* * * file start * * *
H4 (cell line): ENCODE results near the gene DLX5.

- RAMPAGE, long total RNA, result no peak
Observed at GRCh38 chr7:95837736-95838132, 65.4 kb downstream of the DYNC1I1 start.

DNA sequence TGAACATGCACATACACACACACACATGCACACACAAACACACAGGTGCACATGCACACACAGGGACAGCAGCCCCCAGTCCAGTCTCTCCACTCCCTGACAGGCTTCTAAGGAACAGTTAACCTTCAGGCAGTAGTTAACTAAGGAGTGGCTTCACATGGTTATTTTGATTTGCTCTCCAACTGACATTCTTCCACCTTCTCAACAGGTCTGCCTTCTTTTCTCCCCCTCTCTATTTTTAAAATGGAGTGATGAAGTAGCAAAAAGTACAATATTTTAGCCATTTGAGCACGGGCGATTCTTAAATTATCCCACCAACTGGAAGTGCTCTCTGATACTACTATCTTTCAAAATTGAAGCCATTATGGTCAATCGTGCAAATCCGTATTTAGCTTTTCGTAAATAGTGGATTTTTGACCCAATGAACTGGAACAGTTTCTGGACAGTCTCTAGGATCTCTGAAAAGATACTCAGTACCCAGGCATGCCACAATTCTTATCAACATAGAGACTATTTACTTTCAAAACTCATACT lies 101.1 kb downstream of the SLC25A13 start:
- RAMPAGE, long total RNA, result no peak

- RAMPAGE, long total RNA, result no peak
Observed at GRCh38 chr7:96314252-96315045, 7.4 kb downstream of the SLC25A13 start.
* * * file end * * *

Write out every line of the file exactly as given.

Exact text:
H4 (cell line): ENCODE results near the gene DLX5.

- RAMPAGE, long total RNA, result no peak
Observed at GRCh38 chr7:95837736-95838132, 65.4 kb downstream of the DYNC1I1 start.

DNA sequence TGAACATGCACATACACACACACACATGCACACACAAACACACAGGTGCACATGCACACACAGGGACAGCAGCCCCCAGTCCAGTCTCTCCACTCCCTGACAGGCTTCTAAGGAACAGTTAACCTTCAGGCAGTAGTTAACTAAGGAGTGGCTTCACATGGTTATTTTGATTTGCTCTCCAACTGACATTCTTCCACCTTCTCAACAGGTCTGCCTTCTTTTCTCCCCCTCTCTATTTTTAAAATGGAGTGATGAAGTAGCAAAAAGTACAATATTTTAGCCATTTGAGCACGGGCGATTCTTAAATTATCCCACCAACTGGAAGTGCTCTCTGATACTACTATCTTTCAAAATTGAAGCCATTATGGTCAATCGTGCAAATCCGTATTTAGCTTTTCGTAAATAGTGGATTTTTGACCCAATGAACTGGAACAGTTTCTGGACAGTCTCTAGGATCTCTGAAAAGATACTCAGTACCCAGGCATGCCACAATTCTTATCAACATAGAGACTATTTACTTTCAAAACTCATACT lies 101.1 kb downstream of the SLC25A13 start:
- RAMPAGE, long total RNA, result no peak

- RAMPAGE, long total RNA, result no peak
Observed at GRCh38 chr7:96314252-96315045, 7.4 kb downstream of the SLC25A13 start.